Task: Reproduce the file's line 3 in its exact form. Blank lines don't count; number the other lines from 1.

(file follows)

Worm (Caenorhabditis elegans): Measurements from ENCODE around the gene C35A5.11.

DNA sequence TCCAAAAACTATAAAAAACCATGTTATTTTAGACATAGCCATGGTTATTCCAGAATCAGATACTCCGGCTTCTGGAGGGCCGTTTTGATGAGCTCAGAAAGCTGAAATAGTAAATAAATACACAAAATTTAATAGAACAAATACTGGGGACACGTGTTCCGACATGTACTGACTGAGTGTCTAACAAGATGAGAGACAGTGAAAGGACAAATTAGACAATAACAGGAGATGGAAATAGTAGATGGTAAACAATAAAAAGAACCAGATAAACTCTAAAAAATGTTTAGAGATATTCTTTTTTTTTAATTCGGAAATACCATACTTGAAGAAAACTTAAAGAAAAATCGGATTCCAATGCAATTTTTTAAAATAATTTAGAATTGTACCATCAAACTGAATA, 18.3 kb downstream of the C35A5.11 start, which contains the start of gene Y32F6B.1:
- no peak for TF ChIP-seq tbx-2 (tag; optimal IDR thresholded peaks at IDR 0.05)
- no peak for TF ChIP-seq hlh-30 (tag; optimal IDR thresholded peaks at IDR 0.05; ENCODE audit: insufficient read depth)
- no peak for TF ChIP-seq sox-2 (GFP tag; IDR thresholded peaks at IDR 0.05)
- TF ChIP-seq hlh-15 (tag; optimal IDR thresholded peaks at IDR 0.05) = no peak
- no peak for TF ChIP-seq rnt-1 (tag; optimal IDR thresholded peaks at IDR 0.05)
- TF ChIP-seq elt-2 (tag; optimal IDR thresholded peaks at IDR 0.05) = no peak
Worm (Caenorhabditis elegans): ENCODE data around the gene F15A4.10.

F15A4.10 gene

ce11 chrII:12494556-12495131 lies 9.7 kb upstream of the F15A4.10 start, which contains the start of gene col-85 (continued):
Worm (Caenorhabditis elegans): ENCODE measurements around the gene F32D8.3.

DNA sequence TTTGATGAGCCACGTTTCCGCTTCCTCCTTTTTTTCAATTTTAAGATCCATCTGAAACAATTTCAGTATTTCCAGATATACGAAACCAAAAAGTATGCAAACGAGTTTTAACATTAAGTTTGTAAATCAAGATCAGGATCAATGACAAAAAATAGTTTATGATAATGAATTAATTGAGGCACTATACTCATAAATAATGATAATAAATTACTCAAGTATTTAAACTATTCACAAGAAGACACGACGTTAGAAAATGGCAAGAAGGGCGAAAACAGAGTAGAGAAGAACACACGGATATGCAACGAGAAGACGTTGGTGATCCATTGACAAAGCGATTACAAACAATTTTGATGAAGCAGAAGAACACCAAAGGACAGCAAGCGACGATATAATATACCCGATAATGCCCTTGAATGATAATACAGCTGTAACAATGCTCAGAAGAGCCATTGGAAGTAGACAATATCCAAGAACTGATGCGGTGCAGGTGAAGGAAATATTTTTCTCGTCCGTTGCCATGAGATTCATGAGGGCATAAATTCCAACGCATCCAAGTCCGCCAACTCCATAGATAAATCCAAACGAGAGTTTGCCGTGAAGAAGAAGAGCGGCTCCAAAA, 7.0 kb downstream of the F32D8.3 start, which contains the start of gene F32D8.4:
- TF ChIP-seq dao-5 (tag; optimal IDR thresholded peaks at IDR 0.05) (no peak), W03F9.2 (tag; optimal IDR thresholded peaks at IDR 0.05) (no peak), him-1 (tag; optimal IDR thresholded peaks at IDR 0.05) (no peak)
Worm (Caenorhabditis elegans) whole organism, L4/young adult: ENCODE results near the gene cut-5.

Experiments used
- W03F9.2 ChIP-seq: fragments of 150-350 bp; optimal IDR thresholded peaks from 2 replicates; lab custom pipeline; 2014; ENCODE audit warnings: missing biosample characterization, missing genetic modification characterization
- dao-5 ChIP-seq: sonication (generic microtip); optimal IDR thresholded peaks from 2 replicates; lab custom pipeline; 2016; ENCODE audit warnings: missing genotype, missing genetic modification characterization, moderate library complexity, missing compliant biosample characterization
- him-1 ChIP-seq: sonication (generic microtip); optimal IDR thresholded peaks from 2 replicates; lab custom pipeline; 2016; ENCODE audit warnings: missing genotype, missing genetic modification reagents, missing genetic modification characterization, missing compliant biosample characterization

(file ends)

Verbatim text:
- no peak for TF ChIP-seq tbx-2 (tag; optimal IDR thresholded peaks at IDR 0.05)